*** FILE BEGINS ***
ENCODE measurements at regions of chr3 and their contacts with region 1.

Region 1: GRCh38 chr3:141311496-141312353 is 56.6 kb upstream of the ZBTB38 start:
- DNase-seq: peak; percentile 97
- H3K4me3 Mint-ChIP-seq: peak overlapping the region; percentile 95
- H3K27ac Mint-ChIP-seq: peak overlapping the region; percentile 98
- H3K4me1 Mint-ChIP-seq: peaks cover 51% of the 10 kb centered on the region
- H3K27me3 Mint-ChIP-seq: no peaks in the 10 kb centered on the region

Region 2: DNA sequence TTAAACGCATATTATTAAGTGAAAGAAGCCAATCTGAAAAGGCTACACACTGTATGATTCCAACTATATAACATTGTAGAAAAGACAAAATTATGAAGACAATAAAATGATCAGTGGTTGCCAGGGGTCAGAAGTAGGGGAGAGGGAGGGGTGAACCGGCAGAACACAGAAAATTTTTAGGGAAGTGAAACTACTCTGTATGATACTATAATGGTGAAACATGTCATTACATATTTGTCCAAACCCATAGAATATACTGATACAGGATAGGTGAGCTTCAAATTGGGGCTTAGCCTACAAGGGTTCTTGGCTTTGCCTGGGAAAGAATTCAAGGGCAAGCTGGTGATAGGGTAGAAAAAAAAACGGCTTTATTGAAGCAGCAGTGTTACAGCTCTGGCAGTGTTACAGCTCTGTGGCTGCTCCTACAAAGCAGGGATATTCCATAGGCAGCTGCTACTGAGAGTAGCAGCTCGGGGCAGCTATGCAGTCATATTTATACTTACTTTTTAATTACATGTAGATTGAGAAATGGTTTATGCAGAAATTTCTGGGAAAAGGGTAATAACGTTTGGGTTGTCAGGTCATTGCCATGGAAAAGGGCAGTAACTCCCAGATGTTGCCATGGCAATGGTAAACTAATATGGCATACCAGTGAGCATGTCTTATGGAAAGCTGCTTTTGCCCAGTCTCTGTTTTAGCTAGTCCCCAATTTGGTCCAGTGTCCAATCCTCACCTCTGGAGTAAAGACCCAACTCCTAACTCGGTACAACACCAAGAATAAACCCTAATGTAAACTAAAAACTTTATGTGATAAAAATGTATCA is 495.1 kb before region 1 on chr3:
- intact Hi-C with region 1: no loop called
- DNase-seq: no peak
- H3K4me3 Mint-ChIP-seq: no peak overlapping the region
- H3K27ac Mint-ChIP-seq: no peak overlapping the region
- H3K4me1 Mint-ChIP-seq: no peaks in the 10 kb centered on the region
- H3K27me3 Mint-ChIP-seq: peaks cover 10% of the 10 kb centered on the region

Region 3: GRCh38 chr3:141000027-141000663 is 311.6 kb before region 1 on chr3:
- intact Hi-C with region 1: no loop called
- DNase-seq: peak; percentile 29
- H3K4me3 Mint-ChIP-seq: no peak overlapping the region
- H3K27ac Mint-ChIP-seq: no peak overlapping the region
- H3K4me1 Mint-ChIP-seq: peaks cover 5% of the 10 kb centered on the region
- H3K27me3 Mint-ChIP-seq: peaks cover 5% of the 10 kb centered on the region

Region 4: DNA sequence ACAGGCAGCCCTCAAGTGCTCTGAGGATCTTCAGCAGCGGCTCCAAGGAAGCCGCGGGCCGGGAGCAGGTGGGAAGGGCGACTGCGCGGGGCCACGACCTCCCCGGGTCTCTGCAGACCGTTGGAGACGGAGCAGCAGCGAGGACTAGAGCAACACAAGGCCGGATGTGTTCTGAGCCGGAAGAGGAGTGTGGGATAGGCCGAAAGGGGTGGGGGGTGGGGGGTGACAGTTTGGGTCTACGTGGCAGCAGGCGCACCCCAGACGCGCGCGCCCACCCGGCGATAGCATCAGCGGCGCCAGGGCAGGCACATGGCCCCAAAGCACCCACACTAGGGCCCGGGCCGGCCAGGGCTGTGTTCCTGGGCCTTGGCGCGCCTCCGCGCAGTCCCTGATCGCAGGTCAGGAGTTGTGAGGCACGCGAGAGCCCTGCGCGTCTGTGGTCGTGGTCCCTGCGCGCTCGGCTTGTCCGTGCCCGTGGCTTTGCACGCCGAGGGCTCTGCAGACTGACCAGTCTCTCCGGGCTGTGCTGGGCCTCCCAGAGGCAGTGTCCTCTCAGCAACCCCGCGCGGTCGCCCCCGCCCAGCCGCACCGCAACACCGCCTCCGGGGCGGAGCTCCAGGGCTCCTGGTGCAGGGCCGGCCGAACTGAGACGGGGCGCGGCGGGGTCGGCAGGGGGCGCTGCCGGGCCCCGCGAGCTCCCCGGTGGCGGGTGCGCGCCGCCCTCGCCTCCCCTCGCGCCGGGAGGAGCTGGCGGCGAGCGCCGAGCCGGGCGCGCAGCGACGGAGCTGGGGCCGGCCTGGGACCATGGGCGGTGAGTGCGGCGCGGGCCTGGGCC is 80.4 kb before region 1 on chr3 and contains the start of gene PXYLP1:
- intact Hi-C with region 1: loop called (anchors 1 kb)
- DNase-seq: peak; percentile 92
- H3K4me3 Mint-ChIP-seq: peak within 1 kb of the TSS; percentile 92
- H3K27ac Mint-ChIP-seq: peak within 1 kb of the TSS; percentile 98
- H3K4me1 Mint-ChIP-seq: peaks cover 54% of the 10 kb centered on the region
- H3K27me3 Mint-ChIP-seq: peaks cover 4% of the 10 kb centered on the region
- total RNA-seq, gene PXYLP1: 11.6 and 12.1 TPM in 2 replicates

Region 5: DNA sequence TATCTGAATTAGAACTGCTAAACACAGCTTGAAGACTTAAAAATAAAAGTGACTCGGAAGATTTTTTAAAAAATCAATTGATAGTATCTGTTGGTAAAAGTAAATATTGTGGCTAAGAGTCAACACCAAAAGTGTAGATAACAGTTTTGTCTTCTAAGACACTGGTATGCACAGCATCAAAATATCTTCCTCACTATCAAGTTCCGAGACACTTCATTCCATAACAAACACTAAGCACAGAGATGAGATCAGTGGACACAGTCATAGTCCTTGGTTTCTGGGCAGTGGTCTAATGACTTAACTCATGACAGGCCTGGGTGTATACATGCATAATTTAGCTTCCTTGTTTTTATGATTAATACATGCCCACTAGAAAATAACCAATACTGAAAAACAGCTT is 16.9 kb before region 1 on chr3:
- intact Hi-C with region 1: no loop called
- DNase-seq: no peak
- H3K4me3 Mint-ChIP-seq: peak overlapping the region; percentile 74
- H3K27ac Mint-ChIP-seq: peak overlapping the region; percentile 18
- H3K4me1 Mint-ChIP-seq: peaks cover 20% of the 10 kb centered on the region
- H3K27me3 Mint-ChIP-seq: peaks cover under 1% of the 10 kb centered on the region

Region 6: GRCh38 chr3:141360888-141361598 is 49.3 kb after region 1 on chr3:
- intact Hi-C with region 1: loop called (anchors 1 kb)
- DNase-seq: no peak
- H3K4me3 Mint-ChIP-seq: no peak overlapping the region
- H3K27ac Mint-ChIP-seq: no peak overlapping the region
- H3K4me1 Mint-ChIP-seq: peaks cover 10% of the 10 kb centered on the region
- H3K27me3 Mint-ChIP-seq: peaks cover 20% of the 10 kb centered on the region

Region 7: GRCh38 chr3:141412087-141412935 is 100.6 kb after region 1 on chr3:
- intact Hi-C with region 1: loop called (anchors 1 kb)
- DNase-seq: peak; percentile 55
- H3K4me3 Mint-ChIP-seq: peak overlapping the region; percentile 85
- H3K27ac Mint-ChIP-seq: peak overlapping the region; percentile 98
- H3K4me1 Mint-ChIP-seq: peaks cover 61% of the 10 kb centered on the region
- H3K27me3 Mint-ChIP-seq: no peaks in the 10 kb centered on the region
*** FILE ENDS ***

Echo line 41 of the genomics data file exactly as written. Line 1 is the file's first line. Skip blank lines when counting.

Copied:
- H3K27ac Mint-ChIP-seq: no peak overlapping the region